It’s today: National Observatory will broadcast live solar eclipse

Eclipse - Credit: © Ministry of Science, Technology and InnovationEclipse – Credit: © Press Release Ministry of Science, Technology and Innovation

A solar eclipse can be observed today (30), from some remote regions of the planet. Although not visible to anyone in Brazilian territory, the phenomenon can be followed by everyone, thanks to the retransmission that will be made by the National Observatory’s YouTube page.

The astronomical phenomenon will start at 3:45 pm, but the transmission, with comments by astronomer Josina Nascimento, from the National Observatory, will start a little earlier, at 3:00 pm.

This eclipse can only be observed, with the naked eye, by those who are in the southern part of South America, especially at the extreme of the continent, where the eclipse will be more intense, covering between 40% and 54% of the Sun’s disk. It can also be seen in parts of Antarctica and in the southern part of the Pacific and Atlantic oceans.

Those who follow the commented retransmission of the National Observatory will also see other interesting attractions promised by astronomer Josina Nascimento. In addition to explaining in detail how eclipses occur, it will provide images of another eclipse. This one, observed from Mars.

“These are images obtained from the Martian point of view, captured by the rover (astromobile) Perseverance, which is on Mars. The video shows the moment when the moon Phobos passed in front of the Sun. It is unmissable”, the astronomer told Agência Brasil.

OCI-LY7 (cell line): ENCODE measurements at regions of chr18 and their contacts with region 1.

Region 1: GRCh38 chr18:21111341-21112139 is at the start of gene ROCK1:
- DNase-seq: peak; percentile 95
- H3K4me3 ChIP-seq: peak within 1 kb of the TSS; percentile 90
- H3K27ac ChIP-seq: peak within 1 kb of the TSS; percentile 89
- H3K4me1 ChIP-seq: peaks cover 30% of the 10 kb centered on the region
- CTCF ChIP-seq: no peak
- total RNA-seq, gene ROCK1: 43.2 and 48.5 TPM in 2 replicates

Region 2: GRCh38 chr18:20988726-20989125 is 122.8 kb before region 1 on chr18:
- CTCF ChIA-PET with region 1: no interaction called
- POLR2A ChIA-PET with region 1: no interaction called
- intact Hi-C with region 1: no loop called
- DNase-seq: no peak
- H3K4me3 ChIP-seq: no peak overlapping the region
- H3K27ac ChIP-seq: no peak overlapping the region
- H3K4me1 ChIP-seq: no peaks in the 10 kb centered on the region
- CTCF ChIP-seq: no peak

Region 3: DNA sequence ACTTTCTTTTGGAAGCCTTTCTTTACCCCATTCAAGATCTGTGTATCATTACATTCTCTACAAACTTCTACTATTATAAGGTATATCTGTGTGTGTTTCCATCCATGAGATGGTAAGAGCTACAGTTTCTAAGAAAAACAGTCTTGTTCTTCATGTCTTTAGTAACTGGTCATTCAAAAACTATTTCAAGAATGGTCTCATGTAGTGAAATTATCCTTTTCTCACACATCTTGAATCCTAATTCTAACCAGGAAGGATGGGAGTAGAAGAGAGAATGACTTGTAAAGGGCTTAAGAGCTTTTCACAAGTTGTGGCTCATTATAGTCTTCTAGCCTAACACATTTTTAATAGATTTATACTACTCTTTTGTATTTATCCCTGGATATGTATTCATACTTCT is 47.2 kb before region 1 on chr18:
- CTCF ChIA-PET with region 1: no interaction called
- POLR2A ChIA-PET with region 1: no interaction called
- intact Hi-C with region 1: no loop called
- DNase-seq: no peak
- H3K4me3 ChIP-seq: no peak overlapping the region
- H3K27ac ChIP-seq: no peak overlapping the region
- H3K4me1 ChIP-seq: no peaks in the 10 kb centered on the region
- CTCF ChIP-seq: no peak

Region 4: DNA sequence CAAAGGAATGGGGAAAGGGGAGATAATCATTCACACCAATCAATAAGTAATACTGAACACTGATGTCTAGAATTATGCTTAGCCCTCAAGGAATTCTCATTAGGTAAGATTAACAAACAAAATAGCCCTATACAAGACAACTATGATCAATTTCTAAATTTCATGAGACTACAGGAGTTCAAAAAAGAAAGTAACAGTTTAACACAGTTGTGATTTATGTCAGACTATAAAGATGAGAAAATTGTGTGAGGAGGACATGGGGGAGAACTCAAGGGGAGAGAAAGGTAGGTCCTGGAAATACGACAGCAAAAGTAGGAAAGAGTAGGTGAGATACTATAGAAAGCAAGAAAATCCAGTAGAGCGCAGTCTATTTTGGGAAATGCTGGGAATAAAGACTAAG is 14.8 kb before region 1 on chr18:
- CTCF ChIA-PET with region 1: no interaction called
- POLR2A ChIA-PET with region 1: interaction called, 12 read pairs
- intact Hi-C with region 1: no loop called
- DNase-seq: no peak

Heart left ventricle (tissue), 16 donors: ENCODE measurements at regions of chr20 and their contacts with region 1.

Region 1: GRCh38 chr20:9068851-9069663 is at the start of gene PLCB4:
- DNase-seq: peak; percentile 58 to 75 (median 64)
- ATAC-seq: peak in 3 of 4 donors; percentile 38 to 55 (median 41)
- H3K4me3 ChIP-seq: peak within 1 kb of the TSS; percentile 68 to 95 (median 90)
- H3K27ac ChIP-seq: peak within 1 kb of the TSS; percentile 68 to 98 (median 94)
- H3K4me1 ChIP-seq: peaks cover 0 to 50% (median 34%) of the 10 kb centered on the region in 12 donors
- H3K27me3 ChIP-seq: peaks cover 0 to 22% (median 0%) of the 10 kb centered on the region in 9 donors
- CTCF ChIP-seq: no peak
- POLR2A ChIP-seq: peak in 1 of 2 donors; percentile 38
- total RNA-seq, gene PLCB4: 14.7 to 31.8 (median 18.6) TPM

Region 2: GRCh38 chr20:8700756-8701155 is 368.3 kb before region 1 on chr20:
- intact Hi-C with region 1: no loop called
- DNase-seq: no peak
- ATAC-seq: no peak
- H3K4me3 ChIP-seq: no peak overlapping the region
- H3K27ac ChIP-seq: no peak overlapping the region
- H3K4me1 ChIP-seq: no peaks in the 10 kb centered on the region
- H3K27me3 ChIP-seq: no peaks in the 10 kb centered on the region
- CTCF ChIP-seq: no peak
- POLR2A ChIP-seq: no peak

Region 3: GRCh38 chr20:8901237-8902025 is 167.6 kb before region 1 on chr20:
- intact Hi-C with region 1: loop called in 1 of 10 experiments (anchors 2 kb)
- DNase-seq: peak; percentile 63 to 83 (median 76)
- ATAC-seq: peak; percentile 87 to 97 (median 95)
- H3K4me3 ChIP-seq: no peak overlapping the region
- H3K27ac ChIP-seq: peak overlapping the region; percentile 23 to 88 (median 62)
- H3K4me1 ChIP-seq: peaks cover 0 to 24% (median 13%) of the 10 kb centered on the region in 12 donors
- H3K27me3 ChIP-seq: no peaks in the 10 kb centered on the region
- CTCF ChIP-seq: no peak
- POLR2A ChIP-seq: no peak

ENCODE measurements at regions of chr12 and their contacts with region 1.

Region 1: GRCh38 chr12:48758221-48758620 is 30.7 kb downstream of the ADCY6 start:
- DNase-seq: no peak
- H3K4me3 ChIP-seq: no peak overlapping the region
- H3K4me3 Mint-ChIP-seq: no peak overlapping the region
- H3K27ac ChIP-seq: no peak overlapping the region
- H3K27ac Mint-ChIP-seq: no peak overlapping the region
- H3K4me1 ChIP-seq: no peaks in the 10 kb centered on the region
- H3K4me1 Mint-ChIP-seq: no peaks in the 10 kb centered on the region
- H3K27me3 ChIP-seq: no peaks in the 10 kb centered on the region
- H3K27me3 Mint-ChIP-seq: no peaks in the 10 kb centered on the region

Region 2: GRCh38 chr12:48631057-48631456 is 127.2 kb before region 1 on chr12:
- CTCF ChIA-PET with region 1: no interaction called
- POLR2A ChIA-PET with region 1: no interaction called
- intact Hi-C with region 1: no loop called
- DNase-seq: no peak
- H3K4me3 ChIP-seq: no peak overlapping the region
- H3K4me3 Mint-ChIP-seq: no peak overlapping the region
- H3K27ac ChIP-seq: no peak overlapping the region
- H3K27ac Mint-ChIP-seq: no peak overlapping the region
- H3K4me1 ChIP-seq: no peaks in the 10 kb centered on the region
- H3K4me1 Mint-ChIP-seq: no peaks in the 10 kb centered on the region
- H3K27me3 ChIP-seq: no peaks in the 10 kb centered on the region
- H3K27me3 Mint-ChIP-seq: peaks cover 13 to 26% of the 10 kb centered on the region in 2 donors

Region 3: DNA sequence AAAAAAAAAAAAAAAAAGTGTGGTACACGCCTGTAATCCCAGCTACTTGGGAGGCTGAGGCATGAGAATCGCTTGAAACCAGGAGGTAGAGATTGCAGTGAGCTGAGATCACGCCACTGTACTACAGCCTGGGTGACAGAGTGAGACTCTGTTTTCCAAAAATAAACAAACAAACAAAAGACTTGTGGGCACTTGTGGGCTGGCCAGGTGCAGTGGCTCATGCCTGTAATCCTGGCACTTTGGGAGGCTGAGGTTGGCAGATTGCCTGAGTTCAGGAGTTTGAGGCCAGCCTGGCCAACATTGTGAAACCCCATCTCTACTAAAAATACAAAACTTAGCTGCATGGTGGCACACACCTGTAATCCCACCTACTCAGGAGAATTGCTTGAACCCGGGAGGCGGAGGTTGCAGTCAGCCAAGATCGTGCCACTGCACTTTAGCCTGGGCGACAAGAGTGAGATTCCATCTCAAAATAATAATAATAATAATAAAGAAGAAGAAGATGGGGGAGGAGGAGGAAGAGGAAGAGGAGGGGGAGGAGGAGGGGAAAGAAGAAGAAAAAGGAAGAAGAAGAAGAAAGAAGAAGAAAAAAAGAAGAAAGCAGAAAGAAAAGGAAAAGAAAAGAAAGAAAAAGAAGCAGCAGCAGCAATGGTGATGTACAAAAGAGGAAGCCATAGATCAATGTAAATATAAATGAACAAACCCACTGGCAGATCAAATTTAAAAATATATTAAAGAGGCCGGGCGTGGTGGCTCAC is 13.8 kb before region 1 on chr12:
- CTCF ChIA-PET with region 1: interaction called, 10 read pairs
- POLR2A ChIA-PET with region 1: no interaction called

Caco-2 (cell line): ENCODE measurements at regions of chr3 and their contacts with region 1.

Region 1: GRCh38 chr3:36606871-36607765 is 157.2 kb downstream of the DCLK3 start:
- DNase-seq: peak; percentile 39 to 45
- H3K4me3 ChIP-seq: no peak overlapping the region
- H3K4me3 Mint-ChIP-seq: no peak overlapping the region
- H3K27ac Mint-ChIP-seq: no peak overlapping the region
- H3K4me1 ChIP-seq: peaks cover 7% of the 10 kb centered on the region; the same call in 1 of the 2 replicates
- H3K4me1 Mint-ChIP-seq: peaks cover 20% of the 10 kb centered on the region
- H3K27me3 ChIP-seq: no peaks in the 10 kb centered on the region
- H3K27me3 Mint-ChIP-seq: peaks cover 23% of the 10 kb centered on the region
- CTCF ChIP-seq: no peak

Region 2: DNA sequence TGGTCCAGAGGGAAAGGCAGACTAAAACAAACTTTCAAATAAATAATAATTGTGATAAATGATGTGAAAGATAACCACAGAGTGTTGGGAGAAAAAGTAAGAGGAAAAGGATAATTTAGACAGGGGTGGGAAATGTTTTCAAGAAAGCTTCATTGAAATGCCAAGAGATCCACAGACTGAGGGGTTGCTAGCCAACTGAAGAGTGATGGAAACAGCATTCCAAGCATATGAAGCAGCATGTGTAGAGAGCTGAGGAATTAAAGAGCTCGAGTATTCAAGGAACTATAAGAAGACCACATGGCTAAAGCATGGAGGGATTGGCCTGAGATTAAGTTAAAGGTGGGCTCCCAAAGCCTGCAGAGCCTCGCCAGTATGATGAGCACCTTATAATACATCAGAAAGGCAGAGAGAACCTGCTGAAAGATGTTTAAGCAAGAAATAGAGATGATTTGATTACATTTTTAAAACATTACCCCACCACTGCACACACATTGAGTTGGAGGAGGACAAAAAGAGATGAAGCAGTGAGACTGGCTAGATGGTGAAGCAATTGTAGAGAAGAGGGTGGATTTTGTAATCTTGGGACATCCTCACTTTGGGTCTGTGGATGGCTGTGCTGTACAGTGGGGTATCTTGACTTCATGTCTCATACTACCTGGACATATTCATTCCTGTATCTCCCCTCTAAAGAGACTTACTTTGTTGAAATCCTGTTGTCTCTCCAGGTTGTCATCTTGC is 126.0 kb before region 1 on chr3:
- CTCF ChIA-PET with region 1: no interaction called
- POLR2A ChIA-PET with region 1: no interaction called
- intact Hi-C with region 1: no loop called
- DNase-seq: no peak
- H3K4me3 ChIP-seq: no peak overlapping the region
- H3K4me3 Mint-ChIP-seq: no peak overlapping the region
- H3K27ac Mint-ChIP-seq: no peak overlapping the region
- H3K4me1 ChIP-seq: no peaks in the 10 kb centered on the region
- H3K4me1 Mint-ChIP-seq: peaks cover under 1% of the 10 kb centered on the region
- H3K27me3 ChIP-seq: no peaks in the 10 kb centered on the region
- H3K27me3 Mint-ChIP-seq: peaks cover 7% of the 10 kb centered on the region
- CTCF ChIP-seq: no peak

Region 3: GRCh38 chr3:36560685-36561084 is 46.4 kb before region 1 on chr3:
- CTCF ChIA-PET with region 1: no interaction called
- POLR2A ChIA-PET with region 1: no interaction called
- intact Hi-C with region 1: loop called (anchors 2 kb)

Moon between the Sun and Earth

Solar eclipses occur when the Moon comes between the Sun and Earth, casting a shadow on the planet. The darkest shadow, where all sunlight is blocked, is called the umbra. Around the umbra is defined the lightest shadow, the penumbra, where sunlight is partially blocked.

If the observer is in the narrow band of Earth hit by the umbra, he will see the total eclipse. If you are in the area affected by the penumbra, you will see it as partial. “And in cases where there is no definition of the umbra, like the 2022 solar eclipses, we only have a partial eclipse.”

On average, a total eclipse of the Sun occurs every 18 months, but because they are visible only in a narrow range over Earth, they seem very rare.

Care for observation

Observation of solar eclipses should never be done with the naked eye, nor with sunglasses, X-ray plates or photographic film, because the brightness and heat of the Sun can seriously damage the retina.

A suggestion given by specialists to those interested in making this type of observation is to look for the so-called solder glass in hardware or building materials stores. The tint of this glass must be at least 14. The glass must be placed in front of the eyes for a safe observation of the Sun.

Other retransmissions

In view of the great interest caused by astronomy, the National Observatory has made several lives (live broadcasts), in which he comments on possible phenomena that are occurring.

Josina will make another broadcast, this Sunday (1st), at 4 am, in which she will show images and comment on the conjunction between the two brightest planets: Jupiter and Venus. “That live it will be very special because we will show something that is not visible to the naked eye: the participation of Neptune in this alignment”, said the astronomer.

“This will be possible because we will show images captured from the telescopes of professional and amateur astronomers, partners of the Observatory”, he added.

To access this and all others lives commented by astronomers from the National Observatory, click here.

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Raju has an exquisite taste. For him, video games are more than entertainment and he likes to discuss forms and art.

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